Dorothy Prescott, whose field of expertise is maps, demonstrates the attention to detail needed to identify a seventeenth-century atlas lacking a title page, and place it in
historical context. She establishes that the map of ‘t'Landt van de Eendracht’ is ‘almost certainly the earliest instance of a map of this continent [Australia] being included in an atlas’. (To learn why the Dutch called the continent ‘Eendracht’ you must read the article!) The volume she discusses was previously exhibited in the ‘Mirror of the World’ exhibition, and one hopes that it will be shown there again, as after this article it has greater interest than ever.
Hilary Maddocks, who wrote in The La Trobe Journal No.77 on an early printed Book of Hours from Paris, here writes on Geofroy Tory's 1531 Book of Hours, a book on which Foxcroft published a little pamphlet 70 years ago. Out of her close knowledge of the book trade in the period she is able to show why she regards this example of an illustrated French Renaissance printed book as ‘precious’, and warranting ‘further scholarly attention’.
Two members of the staff of the State Library, Olga Tsara and Juliet O'Conor, both of whom have held Fellowships that enabled them to research in their fields of specialisation, write about books that are historical markers.
Olga Tsara explains the imperial origins of Linnaeus Tripe's handsome 1857 collection of photographs of Burma, and its importance in the history of photography. That the Library holds a copy of this book, of which only seven are known to survive today, is another example of the breadth of vision shown by Redmond Barry who, as she points out, established the oldest photographic collection in Australia.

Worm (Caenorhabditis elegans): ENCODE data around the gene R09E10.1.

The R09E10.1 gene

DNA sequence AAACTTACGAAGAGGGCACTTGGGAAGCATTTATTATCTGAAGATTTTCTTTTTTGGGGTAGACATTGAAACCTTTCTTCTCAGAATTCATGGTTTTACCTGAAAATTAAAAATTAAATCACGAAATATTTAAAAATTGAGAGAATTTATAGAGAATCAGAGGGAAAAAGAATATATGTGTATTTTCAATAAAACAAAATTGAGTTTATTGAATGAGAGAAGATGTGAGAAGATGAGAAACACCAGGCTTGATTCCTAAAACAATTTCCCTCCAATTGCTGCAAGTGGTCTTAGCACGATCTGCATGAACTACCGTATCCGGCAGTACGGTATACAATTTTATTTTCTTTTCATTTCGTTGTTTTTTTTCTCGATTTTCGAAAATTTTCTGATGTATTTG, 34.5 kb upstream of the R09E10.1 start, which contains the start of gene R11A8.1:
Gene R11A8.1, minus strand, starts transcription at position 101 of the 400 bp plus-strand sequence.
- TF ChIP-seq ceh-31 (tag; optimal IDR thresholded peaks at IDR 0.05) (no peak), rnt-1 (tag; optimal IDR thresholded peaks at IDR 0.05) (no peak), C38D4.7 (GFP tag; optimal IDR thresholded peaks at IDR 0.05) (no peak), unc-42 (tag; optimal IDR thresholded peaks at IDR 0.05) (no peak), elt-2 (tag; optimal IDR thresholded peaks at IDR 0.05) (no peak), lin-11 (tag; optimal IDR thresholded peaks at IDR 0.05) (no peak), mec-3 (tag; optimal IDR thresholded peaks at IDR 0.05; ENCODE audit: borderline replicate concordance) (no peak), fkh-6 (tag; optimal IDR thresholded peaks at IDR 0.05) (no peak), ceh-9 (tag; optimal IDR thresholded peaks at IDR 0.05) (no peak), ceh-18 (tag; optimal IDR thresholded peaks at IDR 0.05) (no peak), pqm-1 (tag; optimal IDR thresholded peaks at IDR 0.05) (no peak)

Juliet O'Conor introduces a book that is bound to attract increasing attention as the body of Indigenous Australian writing grows. In explaining the background of the author and the illustrator of The Legends of Moonie Jarl, the article, incidentally, adds a further perspective on the extraordinary life of J. B. Gribble, who appears in a number of contexts in Australian history. It is fascinating to discover that the clergyman who persuaded Ned Kelly to return his watch after it was stolen by the gang, the unnamed ‘evangelist’ in chapter IV of Furphy's Such is Life, the author of Dark Deeds in a Sunny Land, and the man whose tombstone bears the inscription ‘Blackfellow's Friend’, was the white grandfather of Wilf Reeves and Olga Miller, who created the first Indigenous Australian children's book.
Finally, a note about our last number, which contained two articles on the restored Shakespeare Window, now installed in the State Library. The conservation of the window was made possible by the generosity of Ciba Specialty Chemicals Pty. Ltd., a State Library of Victoria Foundation sponsor, and its installation was assisted by a grant from the Ethel Cutten Bequest. Copies of the Journal, which has some colour photographs of repairs to the stained glass, can still be obtained from the Foundation. And, of course, members of the public are always welcome to visit the Library and see the window for themselves.
John Barnes